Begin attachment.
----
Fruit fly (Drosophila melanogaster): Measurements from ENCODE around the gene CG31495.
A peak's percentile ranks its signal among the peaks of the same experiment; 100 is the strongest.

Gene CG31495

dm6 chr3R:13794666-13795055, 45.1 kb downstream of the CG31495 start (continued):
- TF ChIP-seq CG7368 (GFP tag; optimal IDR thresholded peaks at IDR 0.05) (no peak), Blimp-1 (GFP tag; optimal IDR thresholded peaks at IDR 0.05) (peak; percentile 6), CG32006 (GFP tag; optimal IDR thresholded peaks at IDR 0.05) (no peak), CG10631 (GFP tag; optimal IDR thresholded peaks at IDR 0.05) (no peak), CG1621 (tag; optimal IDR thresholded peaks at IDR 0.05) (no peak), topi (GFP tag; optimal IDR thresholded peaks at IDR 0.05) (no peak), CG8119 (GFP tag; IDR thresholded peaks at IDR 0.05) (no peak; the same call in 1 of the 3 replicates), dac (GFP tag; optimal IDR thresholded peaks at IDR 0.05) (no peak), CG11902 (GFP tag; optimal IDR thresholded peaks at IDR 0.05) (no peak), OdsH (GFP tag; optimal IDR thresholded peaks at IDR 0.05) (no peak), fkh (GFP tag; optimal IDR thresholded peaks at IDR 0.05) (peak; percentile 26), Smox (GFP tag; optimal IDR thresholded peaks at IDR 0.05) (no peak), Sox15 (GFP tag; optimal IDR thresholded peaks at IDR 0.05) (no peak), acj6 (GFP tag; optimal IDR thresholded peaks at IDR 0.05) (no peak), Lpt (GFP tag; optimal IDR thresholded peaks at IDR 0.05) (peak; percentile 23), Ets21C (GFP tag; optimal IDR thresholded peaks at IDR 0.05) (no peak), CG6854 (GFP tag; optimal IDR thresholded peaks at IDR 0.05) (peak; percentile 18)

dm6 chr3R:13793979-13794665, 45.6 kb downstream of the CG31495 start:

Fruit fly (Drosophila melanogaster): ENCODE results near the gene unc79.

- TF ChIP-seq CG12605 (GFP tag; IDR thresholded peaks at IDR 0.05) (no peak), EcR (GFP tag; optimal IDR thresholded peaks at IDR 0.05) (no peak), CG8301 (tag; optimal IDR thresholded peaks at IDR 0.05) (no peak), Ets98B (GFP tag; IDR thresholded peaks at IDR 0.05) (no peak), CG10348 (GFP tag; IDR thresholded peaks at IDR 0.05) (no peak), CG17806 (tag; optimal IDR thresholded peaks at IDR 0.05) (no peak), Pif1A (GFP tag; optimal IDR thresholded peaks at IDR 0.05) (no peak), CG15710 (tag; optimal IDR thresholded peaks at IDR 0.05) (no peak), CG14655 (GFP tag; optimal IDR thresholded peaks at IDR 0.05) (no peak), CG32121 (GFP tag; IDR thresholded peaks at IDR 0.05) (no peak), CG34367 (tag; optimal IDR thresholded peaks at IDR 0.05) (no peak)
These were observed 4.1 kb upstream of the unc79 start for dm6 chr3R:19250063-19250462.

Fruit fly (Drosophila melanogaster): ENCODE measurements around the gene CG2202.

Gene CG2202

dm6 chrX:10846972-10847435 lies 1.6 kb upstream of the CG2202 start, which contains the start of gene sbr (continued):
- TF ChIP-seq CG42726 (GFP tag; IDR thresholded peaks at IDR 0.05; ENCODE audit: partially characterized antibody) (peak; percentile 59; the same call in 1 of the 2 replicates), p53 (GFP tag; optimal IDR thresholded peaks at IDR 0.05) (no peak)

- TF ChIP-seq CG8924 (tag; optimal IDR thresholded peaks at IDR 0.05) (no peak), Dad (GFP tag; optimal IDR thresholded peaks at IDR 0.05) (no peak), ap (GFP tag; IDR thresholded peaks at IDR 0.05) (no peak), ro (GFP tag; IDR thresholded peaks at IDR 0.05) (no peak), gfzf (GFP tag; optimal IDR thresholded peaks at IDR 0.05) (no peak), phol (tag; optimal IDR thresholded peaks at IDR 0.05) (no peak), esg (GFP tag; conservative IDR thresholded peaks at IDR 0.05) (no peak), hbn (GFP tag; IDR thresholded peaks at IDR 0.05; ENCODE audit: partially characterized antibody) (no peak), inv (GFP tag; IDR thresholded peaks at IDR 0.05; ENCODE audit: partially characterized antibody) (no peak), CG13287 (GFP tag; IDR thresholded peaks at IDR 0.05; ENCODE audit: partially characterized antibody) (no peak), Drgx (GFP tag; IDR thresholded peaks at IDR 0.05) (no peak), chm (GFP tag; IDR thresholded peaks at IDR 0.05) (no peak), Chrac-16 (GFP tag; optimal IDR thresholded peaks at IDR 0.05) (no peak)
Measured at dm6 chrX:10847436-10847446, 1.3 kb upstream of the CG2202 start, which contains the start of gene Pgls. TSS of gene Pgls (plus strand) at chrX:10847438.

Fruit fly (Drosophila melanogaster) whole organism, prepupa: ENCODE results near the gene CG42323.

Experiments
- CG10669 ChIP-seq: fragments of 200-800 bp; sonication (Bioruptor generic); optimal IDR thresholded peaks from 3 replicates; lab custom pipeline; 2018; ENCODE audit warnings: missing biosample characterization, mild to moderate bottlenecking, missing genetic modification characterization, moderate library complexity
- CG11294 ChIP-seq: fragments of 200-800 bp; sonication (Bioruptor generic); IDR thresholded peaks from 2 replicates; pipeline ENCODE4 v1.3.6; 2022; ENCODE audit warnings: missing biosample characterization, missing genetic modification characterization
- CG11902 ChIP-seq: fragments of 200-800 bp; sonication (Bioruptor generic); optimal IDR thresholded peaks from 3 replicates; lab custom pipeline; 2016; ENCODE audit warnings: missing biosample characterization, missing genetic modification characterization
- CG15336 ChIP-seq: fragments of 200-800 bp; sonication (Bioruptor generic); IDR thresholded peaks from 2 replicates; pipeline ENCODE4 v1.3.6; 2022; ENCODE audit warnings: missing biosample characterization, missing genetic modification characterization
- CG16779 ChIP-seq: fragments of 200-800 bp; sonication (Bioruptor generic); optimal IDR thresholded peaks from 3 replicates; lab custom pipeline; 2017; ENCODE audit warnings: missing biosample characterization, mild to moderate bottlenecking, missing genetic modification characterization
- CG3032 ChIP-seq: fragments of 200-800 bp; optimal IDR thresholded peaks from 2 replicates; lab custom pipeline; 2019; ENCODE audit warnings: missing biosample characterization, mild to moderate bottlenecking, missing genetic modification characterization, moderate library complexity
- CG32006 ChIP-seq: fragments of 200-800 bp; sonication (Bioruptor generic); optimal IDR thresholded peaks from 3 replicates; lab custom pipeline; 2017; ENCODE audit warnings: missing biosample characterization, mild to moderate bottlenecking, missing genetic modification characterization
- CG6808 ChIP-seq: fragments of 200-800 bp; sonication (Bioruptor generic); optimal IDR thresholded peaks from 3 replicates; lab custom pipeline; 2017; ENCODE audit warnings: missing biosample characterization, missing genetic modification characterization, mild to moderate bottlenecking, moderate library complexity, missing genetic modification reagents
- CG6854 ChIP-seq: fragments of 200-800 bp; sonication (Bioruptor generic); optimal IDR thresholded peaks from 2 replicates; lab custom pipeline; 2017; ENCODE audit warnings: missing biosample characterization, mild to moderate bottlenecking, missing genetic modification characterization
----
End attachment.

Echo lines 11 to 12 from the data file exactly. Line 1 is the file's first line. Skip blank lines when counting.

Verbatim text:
Gene CG2202

dm6 chrX:10846972-10847435 lies 1.6 kb upstream of the CG2202 start, which contains the start of gene sbr (continued):